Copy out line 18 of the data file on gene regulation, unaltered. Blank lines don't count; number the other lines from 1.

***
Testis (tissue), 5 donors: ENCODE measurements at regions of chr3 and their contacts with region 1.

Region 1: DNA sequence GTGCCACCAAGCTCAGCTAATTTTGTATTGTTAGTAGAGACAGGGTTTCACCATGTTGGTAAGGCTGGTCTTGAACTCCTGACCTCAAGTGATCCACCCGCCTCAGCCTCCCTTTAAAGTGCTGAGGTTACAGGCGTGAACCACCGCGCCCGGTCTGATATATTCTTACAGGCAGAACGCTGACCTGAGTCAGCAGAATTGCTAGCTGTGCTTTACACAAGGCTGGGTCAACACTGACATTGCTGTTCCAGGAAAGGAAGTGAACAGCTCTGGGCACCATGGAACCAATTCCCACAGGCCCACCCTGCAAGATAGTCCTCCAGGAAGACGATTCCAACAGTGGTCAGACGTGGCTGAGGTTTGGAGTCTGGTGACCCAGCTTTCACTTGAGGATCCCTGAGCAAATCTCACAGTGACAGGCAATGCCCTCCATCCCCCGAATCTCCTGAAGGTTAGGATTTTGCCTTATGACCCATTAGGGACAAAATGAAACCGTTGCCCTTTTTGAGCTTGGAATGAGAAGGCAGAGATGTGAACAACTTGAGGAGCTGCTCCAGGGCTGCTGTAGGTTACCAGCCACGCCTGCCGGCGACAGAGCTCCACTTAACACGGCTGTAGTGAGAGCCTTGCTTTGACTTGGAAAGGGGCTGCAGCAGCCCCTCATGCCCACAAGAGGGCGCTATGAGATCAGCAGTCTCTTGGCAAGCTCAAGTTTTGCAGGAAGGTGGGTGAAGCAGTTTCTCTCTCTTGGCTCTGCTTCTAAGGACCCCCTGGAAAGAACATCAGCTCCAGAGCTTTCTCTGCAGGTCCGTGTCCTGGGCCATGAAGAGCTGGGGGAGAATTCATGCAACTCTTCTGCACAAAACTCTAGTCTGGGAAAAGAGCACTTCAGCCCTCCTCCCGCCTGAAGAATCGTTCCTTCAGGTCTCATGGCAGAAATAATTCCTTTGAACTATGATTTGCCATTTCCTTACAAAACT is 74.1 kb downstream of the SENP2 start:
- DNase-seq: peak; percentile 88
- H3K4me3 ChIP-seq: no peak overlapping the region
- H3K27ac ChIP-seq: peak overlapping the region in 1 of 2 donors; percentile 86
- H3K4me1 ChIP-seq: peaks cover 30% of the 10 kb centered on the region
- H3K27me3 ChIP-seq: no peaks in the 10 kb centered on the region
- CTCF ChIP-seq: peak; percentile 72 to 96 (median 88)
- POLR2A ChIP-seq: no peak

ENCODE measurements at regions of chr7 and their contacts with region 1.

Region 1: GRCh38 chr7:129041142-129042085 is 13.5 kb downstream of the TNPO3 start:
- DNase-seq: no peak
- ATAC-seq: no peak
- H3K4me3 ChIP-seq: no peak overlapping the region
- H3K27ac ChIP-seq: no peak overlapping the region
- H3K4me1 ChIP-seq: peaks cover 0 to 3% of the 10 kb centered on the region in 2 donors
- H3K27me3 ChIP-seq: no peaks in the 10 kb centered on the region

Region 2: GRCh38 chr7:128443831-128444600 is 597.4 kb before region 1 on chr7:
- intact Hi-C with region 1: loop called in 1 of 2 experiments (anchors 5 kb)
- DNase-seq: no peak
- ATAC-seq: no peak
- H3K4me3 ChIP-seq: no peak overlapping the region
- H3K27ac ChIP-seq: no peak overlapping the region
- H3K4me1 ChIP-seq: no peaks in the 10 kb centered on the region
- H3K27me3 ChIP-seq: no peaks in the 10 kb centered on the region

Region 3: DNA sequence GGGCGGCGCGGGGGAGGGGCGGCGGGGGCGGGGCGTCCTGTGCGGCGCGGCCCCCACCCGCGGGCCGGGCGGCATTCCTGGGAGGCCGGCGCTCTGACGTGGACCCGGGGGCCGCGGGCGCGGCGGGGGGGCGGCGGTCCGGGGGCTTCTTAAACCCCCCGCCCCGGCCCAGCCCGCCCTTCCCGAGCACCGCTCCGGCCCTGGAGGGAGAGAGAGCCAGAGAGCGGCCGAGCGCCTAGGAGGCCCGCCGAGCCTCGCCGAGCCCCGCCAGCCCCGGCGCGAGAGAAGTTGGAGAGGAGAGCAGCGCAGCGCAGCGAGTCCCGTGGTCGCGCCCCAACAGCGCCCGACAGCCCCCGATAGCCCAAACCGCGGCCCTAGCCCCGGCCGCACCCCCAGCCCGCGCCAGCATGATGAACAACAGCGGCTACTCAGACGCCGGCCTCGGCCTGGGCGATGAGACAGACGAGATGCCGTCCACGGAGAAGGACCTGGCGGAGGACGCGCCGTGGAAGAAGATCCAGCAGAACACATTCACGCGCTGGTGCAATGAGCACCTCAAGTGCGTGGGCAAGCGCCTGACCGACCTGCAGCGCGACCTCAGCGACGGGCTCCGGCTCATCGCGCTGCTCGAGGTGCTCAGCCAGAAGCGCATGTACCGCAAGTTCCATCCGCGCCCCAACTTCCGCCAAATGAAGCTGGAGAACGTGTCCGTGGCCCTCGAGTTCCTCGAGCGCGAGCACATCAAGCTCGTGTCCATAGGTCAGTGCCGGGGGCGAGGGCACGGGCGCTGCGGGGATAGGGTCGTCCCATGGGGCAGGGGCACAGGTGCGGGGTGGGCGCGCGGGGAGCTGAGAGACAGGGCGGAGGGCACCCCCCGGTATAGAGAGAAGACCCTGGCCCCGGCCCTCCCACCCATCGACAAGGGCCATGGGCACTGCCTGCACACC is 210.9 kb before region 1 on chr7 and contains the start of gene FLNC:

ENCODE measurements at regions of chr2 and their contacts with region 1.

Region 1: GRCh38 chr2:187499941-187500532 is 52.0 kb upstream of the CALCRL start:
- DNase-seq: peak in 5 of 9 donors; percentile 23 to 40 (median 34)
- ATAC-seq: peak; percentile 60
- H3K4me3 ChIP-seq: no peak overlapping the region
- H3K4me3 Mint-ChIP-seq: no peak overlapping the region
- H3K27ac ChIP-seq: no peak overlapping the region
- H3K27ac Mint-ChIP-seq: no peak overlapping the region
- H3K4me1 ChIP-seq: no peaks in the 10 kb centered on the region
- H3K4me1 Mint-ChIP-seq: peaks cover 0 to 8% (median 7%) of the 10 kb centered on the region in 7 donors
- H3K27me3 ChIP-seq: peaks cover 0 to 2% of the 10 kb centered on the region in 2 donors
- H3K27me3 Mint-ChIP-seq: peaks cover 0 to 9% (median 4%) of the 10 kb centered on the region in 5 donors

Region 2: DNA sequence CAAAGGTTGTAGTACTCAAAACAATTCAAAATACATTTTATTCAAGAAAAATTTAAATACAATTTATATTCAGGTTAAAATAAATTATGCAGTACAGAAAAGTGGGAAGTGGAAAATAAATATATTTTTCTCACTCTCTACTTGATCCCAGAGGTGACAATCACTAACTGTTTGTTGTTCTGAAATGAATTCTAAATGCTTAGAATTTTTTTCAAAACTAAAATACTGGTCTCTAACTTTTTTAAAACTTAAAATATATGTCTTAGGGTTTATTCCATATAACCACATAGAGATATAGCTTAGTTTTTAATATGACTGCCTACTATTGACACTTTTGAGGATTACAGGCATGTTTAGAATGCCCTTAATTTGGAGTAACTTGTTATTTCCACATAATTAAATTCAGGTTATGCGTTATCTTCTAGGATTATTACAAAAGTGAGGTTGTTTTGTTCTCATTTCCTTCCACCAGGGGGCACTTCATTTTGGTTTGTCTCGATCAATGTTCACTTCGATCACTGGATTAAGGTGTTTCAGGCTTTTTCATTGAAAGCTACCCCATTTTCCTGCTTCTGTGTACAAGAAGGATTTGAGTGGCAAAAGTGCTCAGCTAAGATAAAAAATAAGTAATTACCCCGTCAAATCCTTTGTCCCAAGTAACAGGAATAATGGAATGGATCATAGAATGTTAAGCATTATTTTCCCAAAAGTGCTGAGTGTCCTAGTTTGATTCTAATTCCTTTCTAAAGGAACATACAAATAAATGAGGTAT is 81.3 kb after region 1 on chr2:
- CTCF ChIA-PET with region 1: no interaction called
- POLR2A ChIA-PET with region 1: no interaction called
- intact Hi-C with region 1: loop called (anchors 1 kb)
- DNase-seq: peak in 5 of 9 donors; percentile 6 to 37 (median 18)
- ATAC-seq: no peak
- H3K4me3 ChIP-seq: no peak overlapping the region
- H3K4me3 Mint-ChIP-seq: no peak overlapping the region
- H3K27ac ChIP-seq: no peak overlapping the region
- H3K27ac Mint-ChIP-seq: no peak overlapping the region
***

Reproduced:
Region 2: GRCh38 chr7:128443831-128444600 is 597.4 kb before region 1 on chr7: